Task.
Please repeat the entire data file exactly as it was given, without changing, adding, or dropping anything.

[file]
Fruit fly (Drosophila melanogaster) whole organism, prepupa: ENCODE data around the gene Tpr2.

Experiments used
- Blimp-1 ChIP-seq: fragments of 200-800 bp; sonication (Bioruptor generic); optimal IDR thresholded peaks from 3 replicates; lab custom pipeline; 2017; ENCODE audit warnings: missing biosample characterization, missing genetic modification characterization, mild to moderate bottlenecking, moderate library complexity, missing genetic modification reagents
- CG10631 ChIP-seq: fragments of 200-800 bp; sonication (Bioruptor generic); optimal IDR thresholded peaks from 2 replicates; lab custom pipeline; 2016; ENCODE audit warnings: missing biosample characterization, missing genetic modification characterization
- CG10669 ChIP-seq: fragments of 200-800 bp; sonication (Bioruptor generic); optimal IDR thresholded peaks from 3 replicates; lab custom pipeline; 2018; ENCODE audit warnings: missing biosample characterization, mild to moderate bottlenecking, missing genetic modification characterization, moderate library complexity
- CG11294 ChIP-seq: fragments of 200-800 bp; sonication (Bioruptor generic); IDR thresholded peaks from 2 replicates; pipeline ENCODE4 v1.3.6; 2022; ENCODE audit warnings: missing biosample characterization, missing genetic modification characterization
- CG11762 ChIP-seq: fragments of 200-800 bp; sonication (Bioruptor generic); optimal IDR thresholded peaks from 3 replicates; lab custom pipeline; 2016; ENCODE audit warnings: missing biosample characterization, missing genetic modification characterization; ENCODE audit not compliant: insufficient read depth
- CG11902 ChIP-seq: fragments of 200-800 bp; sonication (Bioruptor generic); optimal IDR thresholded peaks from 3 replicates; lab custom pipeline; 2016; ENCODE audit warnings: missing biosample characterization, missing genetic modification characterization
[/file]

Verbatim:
Fruit fly (Drosophila melanogaster) whole organism, prepupa: ENCODE data around the gene Tpr2.

Experiments used
- Blimp-1 ChIP-seq: fragments of 200-800 bp; sonication (Bioruptor generic); optimal IDR thresholded peaks from 3 replicates; lab custom pipeline; 2017; ENCODE audit warnings: missing biosample characterization, missing genetic modification characterization, mild to moderate bottlenecking, moderate library complexity, missing genetic modification reagents
- CG10631 ChIP-seq: fragments of 200-800 bp; sonication (Bioruptor generic); optimal IDR thresholded peaks from 2 replicates; lab custom pipeline; 2016; ENCODE audit warnings: missing biosample characterization, missing genetic modification characterization
- CG10669 ChIP-seq: fragments of 200-800 bp; sonication (Bioruptor generic); optimal IDR thresholded peaks from 3 replicates; lab custom pipeline; 2018; ENCODE audit warnings: missing biosample characterization, mild to moderate bottlenecking, missing genetic modification characterization, moderate library complexity
- CG11294 ChIP-seq: fragments of 200-800 bp; sonication (Bioruptor generic); IDR thresholded peaks from 2 replicates; pipeline ENCODE4 v1.3.6; 2022; ENCODE audit warnings: missing biosample characterization, missing genetic modification characterization
- CG11762 ChIP-seq: fragments of 200-800 bp; sonication (Bioruptor generic); optimal IDR thresholded peaks from 3 replicates; lab custom pipeline; 2016; ENCODE audit warnings: missing biosample characterization, missing genetic modification characterization; ENCODE audit not compliant: insufficient read depth
- CG11902 ChIP-seq: fragments of 200-800 bp; sonication (Bioruptor generic); optimal IDR thresholded peaks from 3 replicates; lab custom pipeline; 2016; ENCODE audit warnings: missing biosample characterization, missing genetic modification characterization